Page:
Eleanor has decided that today will be different. Basically that amounts to she will try hard not to suck so much at life. But life is a real PITA so things go every way except for as planned. Instead of behaving like a well-rounded, functioning adult today Eleanor will have to deal with a missing husband (who has told the office he’s on vacation), a “sick” kid who has used the bellyache excuse to get out of school numerous ti
Julie Christine
Feb 23, 2017 marked it as dnf
It took one glass of wine and 12 pages for me to realize I couldn't go the distance here. I adored Where Did You Go, Bernadette, but this feels like snark, not satire. I'm not in the mood. ...more
Oct 01, 2016 rated it liked it
This book is kind of clunky and with all of the flashbacks, I felt like I was constantly having to get my bearings in this book. But it is a quick read, still has that Maria Semple wit, and has a lot more heart than I was expecting.
Aaron Hartzler
Sep 15, 2016 rated it it was amazing
Shelves: fiction
I read this book twice in a row: the first time weeping with laughter and slack-jawed in wonder; the second time so I could try to figure out Maria Semple does it.

I didn't. I think she was just born with a gift.

For fans of Bernadette: get ready for your new favorite book.

For fans of blazing wit, bottomless empathy, and the kind of side-blinding observations about art and life with which true literary fiction can smack one upside the head: read all three Semple books.

(Especially the first one,
Cindy Burnett
Oct 08, 2016 rated it liked it

Today Will Be Different is an interesting read. Semple’s last book, Where’d You Go, Bernadette, was laugh-out-loud funny and very entertaining. I was hoping that Today Will Be Different would be the same. While it is entertaining, laugh-out-loud funny it is not. There are certainly some funny parts, such as her child being named Timby because her iPhone corrected Timothy to Timby and it stuck (my iPhone is constantly correcting things I meant to type to random, bizarre words that make no sense s
Dec 09, 2016 rated it liked it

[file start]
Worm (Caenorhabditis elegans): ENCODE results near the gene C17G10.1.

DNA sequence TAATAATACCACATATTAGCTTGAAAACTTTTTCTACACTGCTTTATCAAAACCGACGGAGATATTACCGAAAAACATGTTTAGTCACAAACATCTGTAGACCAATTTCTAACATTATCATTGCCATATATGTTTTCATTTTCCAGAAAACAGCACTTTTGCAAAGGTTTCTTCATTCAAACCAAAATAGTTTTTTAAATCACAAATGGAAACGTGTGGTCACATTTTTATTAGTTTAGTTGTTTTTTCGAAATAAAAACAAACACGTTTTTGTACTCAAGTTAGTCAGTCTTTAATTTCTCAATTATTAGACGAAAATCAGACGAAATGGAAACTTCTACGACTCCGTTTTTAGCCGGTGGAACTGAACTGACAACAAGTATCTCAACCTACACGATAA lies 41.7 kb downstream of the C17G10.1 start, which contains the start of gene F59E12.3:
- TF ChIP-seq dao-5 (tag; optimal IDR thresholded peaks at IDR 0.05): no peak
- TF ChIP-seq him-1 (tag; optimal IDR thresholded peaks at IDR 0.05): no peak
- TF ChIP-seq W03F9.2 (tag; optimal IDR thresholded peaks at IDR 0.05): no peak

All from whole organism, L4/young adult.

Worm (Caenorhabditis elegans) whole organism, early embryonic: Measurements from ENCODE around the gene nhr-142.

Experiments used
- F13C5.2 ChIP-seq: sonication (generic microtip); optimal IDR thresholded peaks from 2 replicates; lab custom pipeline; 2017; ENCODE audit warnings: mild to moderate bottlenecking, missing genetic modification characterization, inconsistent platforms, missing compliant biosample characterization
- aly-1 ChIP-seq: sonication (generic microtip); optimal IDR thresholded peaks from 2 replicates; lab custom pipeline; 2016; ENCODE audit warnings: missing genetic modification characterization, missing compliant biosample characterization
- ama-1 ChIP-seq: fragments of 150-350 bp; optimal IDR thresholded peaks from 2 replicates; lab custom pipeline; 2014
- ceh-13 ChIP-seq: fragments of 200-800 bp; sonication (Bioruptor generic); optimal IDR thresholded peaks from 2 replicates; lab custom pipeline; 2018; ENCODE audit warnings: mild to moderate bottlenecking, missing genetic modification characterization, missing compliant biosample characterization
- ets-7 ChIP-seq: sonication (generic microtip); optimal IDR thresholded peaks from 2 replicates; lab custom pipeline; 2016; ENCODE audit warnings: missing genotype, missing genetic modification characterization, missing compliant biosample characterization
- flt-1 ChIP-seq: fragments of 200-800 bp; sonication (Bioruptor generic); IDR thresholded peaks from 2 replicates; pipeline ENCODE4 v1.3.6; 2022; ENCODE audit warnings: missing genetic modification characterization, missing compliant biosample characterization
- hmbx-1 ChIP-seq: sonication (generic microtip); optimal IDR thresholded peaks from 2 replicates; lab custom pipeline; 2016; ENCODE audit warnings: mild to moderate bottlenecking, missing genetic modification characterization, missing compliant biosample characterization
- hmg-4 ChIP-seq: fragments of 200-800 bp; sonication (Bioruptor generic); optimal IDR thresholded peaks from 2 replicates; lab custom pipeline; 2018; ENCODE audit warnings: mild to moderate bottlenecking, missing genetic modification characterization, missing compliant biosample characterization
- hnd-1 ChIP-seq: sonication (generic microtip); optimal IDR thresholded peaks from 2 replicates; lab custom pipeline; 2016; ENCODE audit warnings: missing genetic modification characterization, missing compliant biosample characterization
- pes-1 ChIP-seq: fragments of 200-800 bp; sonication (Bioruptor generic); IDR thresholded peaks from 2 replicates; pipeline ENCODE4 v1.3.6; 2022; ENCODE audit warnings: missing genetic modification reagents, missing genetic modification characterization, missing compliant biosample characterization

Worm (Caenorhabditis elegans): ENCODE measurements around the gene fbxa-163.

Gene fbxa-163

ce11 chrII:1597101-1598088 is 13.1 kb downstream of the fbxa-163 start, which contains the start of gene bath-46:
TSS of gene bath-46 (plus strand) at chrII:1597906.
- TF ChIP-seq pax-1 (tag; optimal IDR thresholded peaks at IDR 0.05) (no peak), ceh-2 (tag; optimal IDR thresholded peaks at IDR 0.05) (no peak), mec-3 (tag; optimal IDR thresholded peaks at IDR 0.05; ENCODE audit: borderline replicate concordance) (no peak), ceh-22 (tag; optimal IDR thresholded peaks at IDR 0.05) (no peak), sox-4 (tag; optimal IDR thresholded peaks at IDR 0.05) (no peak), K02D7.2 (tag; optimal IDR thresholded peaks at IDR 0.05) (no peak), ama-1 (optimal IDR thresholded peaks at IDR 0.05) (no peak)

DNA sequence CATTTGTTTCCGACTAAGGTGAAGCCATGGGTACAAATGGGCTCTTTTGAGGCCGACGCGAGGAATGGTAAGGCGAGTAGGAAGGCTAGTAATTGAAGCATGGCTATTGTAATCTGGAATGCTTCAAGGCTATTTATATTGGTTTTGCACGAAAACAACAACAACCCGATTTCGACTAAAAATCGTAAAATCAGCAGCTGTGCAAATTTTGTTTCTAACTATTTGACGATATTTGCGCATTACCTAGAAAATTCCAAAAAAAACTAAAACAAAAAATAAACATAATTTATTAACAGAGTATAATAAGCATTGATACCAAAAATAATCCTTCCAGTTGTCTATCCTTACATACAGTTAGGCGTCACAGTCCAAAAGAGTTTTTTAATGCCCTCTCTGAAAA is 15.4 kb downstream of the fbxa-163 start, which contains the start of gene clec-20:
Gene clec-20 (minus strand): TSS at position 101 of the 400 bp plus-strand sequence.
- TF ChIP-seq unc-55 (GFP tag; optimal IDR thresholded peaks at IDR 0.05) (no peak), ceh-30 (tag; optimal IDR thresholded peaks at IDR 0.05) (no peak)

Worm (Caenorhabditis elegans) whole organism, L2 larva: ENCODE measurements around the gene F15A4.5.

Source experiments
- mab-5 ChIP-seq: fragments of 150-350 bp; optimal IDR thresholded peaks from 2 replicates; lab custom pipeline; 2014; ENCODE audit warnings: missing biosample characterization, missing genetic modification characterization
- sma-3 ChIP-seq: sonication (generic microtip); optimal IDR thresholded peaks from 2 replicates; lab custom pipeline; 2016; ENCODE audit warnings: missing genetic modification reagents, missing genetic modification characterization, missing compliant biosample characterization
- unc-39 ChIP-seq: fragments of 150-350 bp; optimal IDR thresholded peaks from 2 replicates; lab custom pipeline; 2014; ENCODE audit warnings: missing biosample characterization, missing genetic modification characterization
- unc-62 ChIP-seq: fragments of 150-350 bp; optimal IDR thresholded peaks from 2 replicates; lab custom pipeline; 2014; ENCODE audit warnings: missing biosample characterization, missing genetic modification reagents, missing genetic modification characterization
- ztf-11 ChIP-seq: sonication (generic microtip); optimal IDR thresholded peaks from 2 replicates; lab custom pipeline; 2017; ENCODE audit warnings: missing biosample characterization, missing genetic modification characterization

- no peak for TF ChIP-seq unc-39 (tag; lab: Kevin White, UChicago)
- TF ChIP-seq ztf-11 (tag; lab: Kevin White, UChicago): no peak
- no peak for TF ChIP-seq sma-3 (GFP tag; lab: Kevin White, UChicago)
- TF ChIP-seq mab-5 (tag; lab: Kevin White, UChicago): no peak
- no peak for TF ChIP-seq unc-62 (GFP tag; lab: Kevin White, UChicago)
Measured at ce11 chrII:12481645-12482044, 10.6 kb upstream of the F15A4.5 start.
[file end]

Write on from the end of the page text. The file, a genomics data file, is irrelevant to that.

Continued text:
Shelves: literary-fiction
Where'd You Go Bernadette was one of my favorites last year, so my expectations for Today Will Be Different were admittedly quite high, which may be the reason I felt more disappointed than I would have had this been written by another author. The story revolves around Eleanor who is married to Joe, a surgeon, and the mother of Timby. They live in Seattle, which Eleanor doesn't seem to like all that much - in fact, she doesn't seem to like anything much. That is where the problem arose for me. I ...more
Megan Johnson
Bernadette, how I long for thee. You were so good and I didn't appreciate you enough. I wanted this book by the same author to compare and here I am disappointed. Not because it's necessarily a bad book - not at all - but because I held my hopes entirely too high.

Today Will Be Different starts out well. It's funny, endearing, totally real, and charming in a quirky way - everything good in a saturday morning read. But as the pages flipped on, I found myself more and more lost, wondering "what re
Nov 12, 2016 rated it liked it
So far I've done all right. I haven't gossiped, haven't lost my temper, haven't been greedy, grumpy, nasty, selfish or overindulgent. I'm very happy about this. But in a few minutes, Lord, I'm going to get out of bed. And from then on, I'm going to need a lot more help.--My Morning Mantra

Eleanor, the heroine of this little tale, starts out her day on a similar note vowing that today will be different and while it is, it definitely doesn’t go the way she planned. It’s a madcap adventure of a day
Oct 20, 2016 rated it did not like it
DNF. Really wanted to like this book, but it's a mess. The premise is brilliant - all Western women, I bet, start their days with the resolution to do everything right this time, and to have a perfect day, which is a sure fail, of course. But Semple didn't really know what to do with her great idea. She mixes in irrelevant characters, uninteresting and even bizarre plotlines, and her protagonist is not a real woman, not to mention her very strange son. The only interesting and human character in ...more
Retired Reader
A rather strange book...I'd call it "stream of consciousness" writing. It had some funny moments, especially the scenes involving her son, Timby. I got a little confused at times but got back on track pretty quickly. Overall, not bad. The narrator was great! ...more